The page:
The car's arrival marks the start of a line-up transformation that will see a renewal of the full VW range by 2020.
How much will the T-Roc cost?
Set go on sale in December, the T-Roc will start at a base price of around £19,000.
The new high-riding five-seat hatchback slots into the German car maker’s line-up beneath the Tiguan, offering buyers the choice of three petrol and two diesel engines in differing states of tune, together with either front or 4Motion four-wheel drive.
When is it due to go on sale?
The definitive production version, pictured here officially for the first time, has been conceived to rival a wide number of junior SUV offerings in a price range that will see it compete with the Renault Captur at the lower end, the Nissan Qashqai in the middle and the Mercedes-Benz GLA at the upper end in one of Europe's fastest-growing car segments.
The T-Roc is the latest VW model to be based on the company’s highly versatile MQB platform. It employs a MacPherson strut front and, depending on the engine and drive system, either a torsion beam or multi-link rear suspension in combination with an optional adaptive damper system.
Stylistically, the new SUV leans heavily on the earlier concept by the same name, with an exterior styled to emphasise its dual on and off-road character. VW boss Herbert Diess said at the car's reveal that the new T-Roc would be "the new agility benchmark" in the class.
Among the key design cues is a new interpretation of the classically simple VW grille. It is bookmarked by relatively thin headlights that wrap around the front fenders to give the front end a highly tapered appearance. The thin profile of the headlights has been made possible by a decision to house the LED daytime running lamps and cornering lamps lower down within the front bumper, which also receives a prominent trapezoidal-shaped cooling duct and silver-coloured kick plate within its lower section. The daytime running lamps serve as indicators, switching to an orange hue when the turn signals are in operation.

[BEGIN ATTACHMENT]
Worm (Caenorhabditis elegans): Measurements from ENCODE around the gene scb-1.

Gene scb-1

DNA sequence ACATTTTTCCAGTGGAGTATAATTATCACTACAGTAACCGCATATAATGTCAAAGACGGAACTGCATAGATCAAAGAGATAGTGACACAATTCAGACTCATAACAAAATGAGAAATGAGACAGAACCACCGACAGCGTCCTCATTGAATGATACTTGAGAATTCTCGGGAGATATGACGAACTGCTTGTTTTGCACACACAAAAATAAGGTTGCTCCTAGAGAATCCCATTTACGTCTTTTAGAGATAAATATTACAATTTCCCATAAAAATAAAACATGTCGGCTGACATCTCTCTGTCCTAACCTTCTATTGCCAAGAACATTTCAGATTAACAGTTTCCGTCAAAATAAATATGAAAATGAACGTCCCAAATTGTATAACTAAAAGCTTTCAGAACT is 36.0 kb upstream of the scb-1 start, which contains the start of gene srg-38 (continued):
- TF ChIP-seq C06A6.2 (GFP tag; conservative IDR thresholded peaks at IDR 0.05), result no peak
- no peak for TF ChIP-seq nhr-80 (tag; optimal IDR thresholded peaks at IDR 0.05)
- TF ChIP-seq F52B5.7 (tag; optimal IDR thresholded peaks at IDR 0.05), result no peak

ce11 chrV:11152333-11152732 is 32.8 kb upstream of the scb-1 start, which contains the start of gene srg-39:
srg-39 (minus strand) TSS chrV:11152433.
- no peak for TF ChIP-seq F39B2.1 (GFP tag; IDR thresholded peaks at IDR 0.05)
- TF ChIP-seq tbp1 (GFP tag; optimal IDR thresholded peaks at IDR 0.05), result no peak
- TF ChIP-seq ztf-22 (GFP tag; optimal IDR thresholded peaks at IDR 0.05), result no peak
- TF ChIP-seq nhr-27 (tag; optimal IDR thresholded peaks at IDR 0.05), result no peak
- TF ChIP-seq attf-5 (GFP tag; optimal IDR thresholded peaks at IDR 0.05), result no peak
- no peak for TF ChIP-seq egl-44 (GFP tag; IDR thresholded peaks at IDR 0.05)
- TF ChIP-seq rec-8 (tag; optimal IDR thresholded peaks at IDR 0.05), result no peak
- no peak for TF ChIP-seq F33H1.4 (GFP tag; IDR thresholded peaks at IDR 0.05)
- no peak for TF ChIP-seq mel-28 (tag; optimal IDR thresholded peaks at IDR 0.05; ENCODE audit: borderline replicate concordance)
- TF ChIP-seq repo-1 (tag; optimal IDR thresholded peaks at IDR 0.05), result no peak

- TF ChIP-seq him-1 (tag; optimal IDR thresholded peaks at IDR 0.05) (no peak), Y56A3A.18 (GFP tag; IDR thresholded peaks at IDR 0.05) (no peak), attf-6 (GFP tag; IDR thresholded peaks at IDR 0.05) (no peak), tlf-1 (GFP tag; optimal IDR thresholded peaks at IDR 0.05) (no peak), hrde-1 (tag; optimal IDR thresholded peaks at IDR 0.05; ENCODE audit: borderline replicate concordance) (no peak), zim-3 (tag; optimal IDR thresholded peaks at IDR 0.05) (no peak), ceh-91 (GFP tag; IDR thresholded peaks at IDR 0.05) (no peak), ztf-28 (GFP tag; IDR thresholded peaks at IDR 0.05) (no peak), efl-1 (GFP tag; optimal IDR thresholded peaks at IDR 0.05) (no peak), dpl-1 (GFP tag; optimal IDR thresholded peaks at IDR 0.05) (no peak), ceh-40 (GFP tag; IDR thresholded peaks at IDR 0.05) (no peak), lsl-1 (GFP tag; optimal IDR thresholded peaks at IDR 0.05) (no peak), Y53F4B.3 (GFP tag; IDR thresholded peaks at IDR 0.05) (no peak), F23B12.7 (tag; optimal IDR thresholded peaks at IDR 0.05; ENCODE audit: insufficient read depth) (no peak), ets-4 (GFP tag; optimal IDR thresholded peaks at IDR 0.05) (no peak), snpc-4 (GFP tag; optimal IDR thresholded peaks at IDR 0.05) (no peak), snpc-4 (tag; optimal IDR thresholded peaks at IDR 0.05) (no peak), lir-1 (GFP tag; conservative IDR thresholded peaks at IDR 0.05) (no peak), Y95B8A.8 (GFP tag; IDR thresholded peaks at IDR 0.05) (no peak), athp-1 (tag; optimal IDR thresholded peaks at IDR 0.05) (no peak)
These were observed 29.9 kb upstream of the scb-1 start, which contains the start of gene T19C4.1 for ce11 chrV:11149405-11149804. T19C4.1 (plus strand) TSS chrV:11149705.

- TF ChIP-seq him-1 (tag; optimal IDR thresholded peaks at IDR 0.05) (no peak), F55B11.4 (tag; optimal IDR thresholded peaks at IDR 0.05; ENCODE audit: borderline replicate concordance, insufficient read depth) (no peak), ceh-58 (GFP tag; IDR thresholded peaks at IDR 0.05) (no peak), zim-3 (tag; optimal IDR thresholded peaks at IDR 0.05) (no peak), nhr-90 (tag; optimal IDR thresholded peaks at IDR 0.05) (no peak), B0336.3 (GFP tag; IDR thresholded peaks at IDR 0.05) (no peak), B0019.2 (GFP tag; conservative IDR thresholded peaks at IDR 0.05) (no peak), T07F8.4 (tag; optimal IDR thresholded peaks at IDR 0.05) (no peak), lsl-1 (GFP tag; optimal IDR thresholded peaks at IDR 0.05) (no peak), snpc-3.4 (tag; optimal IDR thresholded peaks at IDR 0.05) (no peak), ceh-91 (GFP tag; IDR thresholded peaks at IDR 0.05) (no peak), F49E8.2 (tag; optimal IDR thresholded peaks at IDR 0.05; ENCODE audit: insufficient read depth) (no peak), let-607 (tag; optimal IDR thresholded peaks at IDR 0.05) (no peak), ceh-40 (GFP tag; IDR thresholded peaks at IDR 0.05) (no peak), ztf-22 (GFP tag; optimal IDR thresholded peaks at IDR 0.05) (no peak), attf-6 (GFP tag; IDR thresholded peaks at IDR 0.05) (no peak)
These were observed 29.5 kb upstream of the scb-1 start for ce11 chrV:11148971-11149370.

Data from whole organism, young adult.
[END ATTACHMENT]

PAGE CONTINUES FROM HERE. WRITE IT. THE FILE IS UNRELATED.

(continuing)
Further back, the sides are dominated by relatively large wheelhouses flanked by heavily structured wheel arches. Other distinguishing styling features include a swage line that runs back above the door handles to form a defined shoulder line, a chrome trim element extending from the A-pillar over the entire side of the roof before ending at the base of the wide C-pillars and, as optional, a two-tone paint scheme in which the roof section, including the A-pillars and exterior mirror housings, boast a contrasting colour to the rest of the T-Roc’s five-door steel body.
What dimensions will it have?
Three specifications are planned from the outset of sales: standard, style and sport.
At 4234mm in length, 1819mm in width and 1573mm in height, the T-Roc is 252mm shorter, 11mm wider and, due to its more road-car-like ground clearance, a considerable 131mm lower than the second-generation Tiguan. Although the two VW models share the same 2603mm wheelbase, their track widths differ: the T-Roc’s front and rear tracks are 24mm and 31mm shorter than those of the Tiguan at 1546mm and 1572mm respectively.
Compared with the recently facelifted seventh-generation Golf, the new VW SUV is 21mm shorter, 21mm wider and 120mm higher. Its wheelbase is also 31mm shorter than the German car maker’s traditional hatchback.
What will the T-Roc's interior look like?